Online retailer Zoetop will pay $1.9 million after 46 million customers’ account details were stolen in 2018.
Announcing the settlement this week, New York Attorney General Letitia James said Hong Kong’s Zoetop, which owns fast fashion brands Shein and Romwe, also tried to downplay the scale of the cyberattack and was pretty bad at downplaying the personal secure people’s data.
“Shein and Romwe’s weak digital security measures made it easy for hackers to steal consumers’ personal information,” James said in a statement. “Failing to protect consumers’ personal information and lying about it is not trending.”
That payout will leave no mark on the privately held bargain hunter, whose Shein brand alone is worth $100 billion. It’s just the cost of doing business, as some say.
According to a New York State investigation [PDF], Zoetop stored people’s credit card numbers in plain text in a debug log when a transaction failed. When intruders broke into the retailer’s computers in June 2018, they could have found the full card details of nearly 30,000 orders in this file. Zoetop could not tell if this log had been exfiltrated.
In addition, the crooks stole customer account details, including names, cities, email addresses, and hashed passwords; The credentials were later sold on an underworld cybercrime forum.
As for those hashed passwords, “The method Zoetop used to hash the passwords left them vulnerable to password-cracking attacks, which allowed attackers to identify the original unhashed password,” the New York investigation found Celebration.
This means that not only were the plain-text passwords fairly easily obtained, they were paired with an email address and sold to other crooks who could use the information to log into people’s accounts on other websites, when those users reused their passwords. Because of this, it’s important to set a unique password per website or app.
Zoetop didn’t realize its systems had been compromised until about a month later, we’re told. Around July 18, 2018, web giant Zoetop’s payment processor said it had been contacted by a major credit card network and another issuing bank “to report this [Zoetop’s] system[s] were smuggled in and card data stolen.”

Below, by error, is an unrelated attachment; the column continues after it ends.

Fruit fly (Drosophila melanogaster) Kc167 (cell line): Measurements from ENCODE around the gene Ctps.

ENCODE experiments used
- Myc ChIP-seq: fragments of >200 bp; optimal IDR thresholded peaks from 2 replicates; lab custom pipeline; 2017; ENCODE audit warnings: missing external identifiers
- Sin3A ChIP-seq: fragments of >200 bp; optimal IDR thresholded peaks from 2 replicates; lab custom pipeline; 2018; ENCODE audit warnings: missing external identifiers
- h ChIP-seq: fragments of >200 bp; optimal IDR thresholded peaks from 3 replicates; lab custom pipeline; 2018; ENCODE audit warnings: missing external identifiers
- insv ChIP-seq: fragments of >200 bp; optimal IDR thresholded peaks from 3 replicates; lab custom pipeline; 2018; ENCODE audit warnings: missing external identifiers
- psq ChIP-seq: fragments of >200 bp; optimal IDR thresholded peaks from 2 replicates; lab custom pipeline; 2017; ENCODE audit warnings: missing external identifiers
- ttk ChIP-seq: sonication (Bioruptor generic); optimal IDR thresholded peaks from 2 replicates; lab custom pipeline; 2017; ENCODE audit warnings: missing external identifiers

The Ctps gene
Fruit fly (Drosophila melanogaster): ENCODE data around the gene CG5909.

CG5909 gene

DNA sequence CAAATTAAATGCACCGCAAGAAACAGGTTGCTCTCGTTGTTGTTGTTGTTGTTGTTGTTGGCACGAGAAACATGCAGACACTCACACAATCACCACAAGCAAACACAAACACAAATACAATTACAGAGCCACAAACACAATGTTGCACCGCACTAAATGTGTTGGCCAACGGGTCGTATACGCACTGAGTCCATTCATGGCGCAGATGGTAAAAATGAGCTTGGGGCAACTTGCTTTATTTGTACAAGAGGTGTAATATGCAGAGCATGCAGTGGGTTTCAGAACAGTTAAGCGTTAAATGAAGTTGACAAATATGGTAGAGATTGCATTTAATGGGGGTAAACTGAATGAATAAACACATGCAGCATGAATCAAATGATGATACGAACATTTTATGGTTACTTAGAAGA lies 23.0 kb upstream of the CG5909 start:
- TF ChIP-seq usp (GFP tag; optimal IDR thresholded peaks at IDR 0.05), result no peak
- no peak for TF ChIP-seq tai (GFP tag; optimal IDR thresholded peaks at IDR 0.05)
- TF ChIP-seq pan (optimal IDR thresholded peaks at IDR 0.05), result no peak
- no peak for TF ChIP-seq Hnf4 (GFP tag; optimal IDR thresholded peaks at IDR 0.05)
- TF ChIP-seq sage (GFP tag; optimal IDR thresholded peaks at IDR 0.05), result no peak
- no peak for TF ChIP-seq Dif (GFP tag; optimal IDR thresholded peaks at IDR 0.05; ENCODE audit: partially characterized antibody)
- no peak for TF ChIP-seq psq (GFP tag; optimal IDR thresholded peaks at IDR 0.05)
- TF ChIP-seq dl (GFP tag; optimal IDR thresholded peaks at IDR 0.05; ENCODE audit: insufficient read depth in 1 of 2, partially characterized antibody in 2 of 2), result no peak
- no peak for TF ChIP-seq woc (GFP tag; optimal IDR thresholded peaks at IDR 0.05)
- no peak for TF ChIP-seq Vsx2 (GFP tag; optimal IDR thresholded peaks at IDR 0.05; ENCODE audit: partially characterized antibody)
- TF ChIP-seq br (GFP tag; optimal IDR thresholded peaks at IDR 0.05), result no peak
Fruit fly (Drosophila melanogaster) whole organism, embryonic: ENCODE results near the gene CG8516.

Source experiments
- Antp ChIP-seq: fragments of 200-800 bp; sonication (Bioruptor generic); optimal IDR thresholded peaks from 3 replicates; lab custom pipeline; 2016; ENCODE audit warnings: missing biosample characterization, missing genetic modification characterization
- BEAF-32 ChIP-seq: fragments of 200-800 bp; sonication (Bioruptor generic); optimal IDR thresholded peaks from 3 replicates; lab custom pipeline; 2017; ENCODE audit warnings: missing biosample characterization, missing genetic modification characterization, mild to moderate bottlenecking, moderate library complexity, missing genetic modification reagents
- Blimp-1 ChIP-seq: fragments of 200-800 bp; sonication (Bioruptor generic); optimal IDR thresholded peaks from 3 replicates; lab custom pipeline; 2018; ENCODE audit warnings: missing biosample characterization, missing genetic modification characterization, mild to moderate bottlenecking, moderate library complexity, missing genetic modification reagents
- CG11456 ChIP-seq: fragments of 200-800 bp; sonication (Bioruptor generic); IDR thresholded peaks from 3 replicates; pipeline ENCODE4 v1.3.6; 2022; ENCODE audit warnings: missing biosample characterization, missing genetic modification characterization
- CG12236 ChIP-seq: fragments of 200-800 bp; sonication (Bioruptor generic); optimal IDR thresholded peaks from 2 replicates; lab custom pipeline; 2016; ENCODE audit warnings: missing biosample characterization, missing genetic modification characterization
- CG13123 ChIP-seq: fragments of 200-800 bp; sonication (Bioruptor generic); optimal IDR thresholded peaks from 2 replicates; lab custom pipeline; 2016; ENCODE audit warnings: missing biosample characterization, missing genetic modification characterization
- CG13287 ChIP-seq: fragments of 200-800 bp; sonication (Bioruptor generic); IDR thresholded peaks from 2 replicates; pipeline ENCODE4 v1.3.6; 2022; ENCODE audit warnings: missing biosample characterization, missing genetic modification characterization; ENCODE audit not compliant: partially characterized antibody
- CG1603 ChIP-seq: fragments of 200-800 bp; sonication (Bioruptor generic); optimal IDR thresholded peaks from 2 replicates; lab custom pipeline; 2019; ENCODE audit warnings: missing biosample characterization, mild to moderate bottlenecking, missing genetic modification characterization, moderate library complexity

After that, Zoetop hired a cybersecurity firm, which confirmed the exfiltration: About 39 million Shein customers had their account information stolen. It would be two years before it was discovered that seven million Romwe shoppers also had their data stolen.
At the end of the 2018 investigation, the mega-retailer downplayed the security breach and, according to James, did not enforce a password reset or contact all affected Shein shoppers. Instead, Zoetop only notified a fraction of the compromised users, claiming in a press release that 6.42 million customers who placed online orders were affected.
According to the New York investigation, Zoetop was at least fully aware of the extent of the Shein credential theft.
Then, in 2020, after Zoetop discovered more customer data for sale on the dark web, Zoetop discovered that the usernames and passwords of seven million Romwe accounts had also been exfiltrated in the 2018 theft.
In addition, according to NY AG:
In addition to paying $1.9 million to resolve the case, Zoetop also agreed to enhance its security program to include “robust” password hashing, network monitoring, vulnerability scanning, and incident response policies.
The retailer also pledged to conduct timely investigations and consumer notifications — along with password resets — if (or when) another network breach occurs. ®
https://www.theregister.com/2022/10/14/zoetop_data_breach_fine/ Zoetop Pays $1.9M to Settle Customer Data Theft Case • The Register